Next time you're in Salt Lake City, you had better refrain from kissing your loved one in public. It could get you arrested.
Especially if the Church of Jesus Christ of Latter-day Saints, which runs the show in town, doesn't like you or what you stand for.
A gay couple learned this the hard way on July 9, when they were handcuffed and arrested for trespassing after church security guards saw them hold hands and kiss on the cheek while on Main Street Plaza.
This altercation, which resulted in one of the men being thrown to the ground by the city police during the arrest, led demonstrators to gather Sunday for a "kiss in" on the plaza in front of Mormon headquarters in Salt Lake City. Gay and straight couples marched while holding hands and engaging in a bit of smooching. This was the second kiss-in since the incident happened in early July.
The plaza on which the gay couple was seen kissing is owned by the church but has remained open to the public.
Many others have kissed and hugged while on the property without repercussion. One resident who attended the first kiss-in on July 12 said she had kissed her husband on the plaza many times.
"Nobody has said a thing to us," Isabelle Warnas told The Salt Lake Tribune. "My husband and I can't understand the discrimination. This is not right."
The incident also proves how easily a one-time public space can suddenly become a theocratic kiss-free zone.
Ten years ago, the plaza was public land where everyone could exercise their constitutional rights. But in 1999, with the approval of then-Mayor Deedee Corradini and the City Council, the church bought a strip of the plaza for $8.1 million.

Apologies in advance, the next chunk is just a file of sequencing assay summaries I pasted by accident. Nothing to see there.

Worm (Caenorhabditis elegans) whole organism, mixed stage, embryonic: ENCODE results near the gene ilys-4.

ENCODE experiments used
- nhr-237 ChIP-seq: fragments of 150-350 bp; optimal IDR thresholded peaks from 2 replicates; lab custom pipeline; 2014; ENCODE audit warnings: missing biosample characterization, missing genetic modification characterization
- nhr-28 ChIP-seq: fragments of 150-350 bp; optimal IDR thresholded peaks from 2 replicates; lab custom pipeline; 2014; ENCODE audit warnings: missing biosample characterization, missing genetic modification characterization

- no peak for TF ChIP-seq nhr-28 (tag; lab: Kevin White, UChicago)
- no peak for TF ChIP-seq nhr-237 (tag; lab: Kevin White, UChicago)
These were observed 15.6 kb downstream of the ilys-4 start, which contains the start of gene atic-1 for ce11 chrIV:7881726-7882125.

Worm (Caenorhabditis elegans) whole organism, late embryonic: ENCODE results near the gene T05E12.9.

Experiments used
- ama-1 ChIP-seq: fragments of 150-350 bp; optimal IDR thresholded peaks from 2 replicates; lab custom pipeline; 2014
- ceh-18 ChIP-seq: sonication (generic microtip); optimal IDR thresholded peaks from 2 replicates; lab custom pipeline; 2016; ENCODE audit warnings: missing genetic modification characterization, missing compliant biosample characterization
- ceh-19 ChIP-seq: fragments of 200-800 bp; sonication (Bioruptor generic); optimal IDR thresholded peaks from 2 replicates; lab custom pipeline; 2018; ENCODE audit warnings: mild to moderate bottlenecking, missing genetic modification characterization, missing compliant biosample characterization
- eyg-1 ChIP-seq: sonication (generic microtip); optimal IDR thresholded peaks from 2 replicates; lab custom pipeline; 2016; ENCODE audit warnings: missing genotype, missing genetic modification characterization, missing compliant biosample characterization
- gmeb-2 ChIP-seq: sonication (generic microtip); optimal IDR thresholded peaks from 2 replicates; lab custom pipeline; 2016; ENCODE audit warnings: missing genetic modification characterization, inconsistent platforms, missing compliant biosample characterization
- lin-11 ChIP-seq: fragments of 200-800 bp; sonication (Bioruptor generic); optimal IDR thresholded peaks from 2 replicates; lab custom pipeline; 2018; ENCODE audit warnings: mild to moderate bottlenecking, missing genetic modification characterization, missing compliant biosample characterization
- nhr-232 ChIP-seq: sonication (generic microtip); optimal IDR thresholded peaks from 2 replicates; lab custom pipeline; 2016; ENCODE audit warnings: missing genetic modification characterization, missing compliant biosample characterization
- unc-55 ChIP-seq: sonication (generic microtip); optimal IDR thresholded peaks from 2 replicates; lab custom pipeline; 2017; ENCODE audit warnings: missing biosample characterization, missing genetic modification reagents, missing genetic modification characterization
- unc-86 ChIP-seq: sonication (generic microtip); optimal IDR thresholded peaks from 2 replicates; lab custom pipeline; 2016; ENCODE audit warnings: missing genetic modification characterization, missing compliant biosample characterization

The rules of the sale created four easements so the public could continue to use the land, including the plaza between the South and North Temple buildings. But church officials saddled these easements with behavior restrictions, such as forbidding swearing and other free speech activities.
The ACLU sued the city over the transaction's rules, arguing that the church could not govern expression on the plaza when the government retained a public easement. The 10th U.S. Circuit Court of Appeals agreed with the ACLU, and in 2002, ruled that First Amendment activities could not be prohibited so long as the city retained the public easement.
But in 2003, the mayor sold the public easement to build a west-side community center. The transaction allowed the church to ban protesting, smoking, sunbathing and other "offensive, indecent, obscene, lewd or disorderly speech, dress or conduct."
Again, the ACLU sued, arguing the city couldn't trade away the public's rights. But the 10th Circuit upheld the easement's sale, creating a "private plaza that only looks like a public space."
That brings us to today -- when the Mormon church can have a gay couple arrested for trespassing. (The church is already known for its active role in passing California's Proposition 8, which banned the right of same-sex couples to marry in the state.)
"What we're seeing now is a manifestation of what should have been obvious from the very beginning," former Salt Lake City Mayor Rocky Anderson told The Salt Lake Tribune. "This block of Main Street never should have been conveyed to the LDS Church. It was a recipe for ongoing resentments between the LDS Church and those who are not members."
That ongoing resentment was front and center at yesterday's protest, where counter-protestors from the anti-gay group America Forever engaged in a hateful shouting match with the kiss-in demonstrators.
All this goes to show what can happen when religion plays a dominating role in the public square. In this case, we mean that literally.